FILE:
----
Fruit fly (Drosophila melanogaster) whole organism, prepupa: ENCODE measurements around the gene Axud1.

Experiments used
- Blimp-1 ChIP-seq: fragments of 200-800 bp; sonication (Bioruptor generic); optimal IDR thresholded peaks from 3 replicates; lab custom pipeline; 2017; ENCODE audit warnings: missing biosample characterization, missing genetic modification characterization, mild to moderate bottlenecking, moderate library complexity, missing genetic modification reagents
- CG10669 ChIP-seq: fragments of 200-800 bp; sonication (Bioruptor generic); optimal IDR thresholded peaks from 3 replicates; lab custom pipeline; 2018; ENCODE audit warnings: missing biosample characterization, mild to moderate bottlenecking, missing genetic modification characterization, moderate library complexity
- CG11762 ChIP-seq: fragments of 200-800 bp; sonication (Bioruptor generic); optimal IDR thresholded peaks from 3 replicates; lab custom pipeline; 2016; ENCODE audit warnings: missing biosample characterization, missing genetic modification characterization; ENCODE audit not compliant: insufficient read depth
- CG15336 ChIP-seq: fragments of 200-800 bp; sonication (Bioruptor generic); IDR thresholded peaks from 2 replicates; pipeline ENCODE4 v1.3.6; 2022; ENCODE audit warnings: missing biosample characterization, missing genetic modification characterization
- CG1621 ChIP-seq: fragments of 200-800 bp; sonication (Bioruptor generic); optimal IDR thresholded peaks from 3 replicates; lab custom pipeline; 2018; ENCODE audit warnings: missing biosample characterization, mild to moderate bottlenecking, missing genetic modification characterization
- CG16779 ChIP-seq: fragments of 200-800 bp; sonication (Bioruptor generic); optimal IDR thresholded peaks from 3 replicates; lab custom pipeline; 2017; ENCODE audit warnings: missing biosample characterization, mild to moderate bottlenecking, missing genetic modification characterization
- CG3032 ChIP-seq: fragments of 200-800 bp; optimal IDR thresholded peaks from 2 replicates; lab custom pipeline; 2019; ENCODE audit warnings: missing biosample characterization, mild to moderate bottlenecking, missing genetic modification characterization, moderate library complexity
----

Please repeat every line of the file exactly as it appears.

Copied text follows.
Fruit fly (Drosophila melanogaster) whole organism, prepupa: ENCODE measurements around the gene Axud1.

Experiments used
- Blimp-1 ChIP-seq: fragments of 200-800 bp; sonication (Bioruptor generic); optimal IDR thresholded peaks from 3 replicates; lab custom pipeline; 2017; ENCODE audit warnings: missing biosample characterization, missing genetic modification characterization, mild to moderate bottlenecking, moderate library complexity, missing genetic modification reagents
- CG10669 ChIP-seq: fragments of 200-800 bp; sonication (Bioruptor generic); optimal IDR thresholded peaks from 3 replicates; lab custom pipeline; 2018; ENCODE audit warnings: missing biosample characterization, mild to moderate bottlenecking, missing genetic modification characterization, moderate library complexity
- CG11762 ChIP-seq: fragments of 200-800 bp; sonication (Bioruptor generic); optimal IDR thresholded peaks from 3 replicates; lab custom pipeline; 2016; ENCODE audit warnings: missing biosample characterization, missing genetic modification characterization; ENCODE audit not compliant: insufficient read depth
- CG15336 ChIP-seq: fragments of 200-800 bp; sonication (Bioruptor generic); IDR thresholded peaks from 2 replicates; pipeline ENCODE4 v1.3.6; 2022; ENCODE audit warnings: missing biosample characterization, missing genetic modification characterization
- CG1621 ChIP-seq: fragments of 200-800 bp; sonication (Bioruptor generic); optimal IDR thresholded peaks from 3 replicates; lab custom pipeline; 2018; ENCODE audit warnings: missing biosample characterization, mild to moderate bottlenecking, missing genetic modification characterization
- CG16779 ChIP-seq: fragments of 200-800 bp; sonication (Bioruptor generic); optimal IDR thresholded peaks from 3 replicates; lab custom pipeline; 2017; ENCODE audit warnings: missing biosample characterization, mild to moderate bottlenecking, missing genetic modification characterization
- CG3032 ChIP-seq: fragments of 200-800 bp; optimal IDR thresholded peaks from 2 replicates; lab custom pipeline; 2019; ENCODE audit warnings: missing biosample characterization, mild to moderate bottlenecking, missing genetic modification characterization, moderate library complexity